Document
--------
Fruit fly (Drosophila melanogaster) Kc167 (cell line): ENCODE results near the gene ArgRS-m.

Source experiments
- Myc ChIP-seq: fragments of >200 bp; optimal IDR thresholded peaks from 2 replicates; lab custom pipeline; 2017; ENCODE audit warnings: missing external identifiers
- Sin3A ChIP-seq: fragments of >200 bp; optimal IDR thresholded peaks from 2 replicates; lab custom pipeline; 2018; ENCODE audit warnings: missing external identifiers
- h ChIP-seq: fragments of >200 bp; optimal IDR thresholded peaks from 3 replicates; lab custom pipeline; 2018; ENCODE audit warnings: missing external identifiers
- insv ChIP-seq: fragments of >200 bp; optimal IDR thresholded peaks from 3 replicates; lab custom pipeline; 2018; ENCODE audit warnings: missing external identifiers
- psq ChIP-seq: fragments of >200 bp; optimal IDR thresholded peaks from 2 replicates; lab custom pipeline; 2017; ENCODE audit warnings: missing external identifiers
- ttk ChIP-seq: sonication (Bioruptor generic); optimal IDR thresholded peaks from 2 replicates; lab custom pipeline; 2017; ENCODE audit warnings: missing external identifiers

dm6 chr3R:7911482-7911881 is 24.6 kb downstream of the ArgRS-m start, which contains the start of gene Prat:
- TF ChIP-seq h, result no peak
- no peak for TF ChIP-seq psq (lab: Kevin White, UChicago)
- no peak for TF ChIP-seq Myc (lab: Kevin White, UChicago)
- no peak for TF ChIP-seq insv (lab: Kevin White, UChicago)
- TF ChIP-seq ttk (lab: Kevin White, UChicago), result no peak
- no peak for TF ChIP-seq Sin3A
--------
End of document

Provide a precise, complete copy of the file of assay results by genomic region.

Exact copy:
Fruit fly (Drosophila melanogaster) Kc167 (cell line): ENCODE results near the gene ArgRS-m.

Source experiments
- Myc ChIP-seq: fragments of >200 bp; optimal IDR thresholded peaks from 2 replicates; lab custom pipeline; 2017; ENCODE audit warnings: missing external identifiers
- Sin3A ChIP-seq: fragments of >200 bp; optimal IDR thresholded peaks from 2 replicates; lab custom pipeline; 2018; ENCODE audit warnings: missing external identifiers
- h ChIP-seq: fragments of >200 bp; optimal IDR thresholded peaks from 3 replicates; lab custom pipeline; 2018; ENCODE audit warnings: missing external identifiers
- insv ChIP-seq: fragments of >200 bp; optimal IDR thresholded peaks from 3 replicates; lab custom pipeline; 2018; ENCODE audit warnings: missing external identifiers
- psq ChIP-seq: fragments of >200 bp; optimal IDR thresholded peaks from 2 replicates; lab custom pipeline; 2017; ENCODE audit warnings: missing external identifiers
- ttk ChIP-seq: sonication (Bioruptor generic); optimal IDR thresholded peaks from 2 replicates; lab custom pipeline; 2017; ENCODE audit warnings: missing external identifiers

dm6 chr3R:7911482-7911881 is 24.6 kb downstream of the ArgRS-m start, which contains the start of gene Prat:
- TF ChIP-seq h, result no peak
- no peak for TF ChIP-seq psq (lab: Kevin White, UChicago)
- no peak for TF ChIP-seq Myc (lab: Kevin White, UChicago)
- no peak for TF ChIP-seq insv (lab: Kevin White, UChicago)
- TF ChIP-seq ttk (lab: Kevin White, UChicago), result no peak
- no peak for TF ChIP-seq Sin3A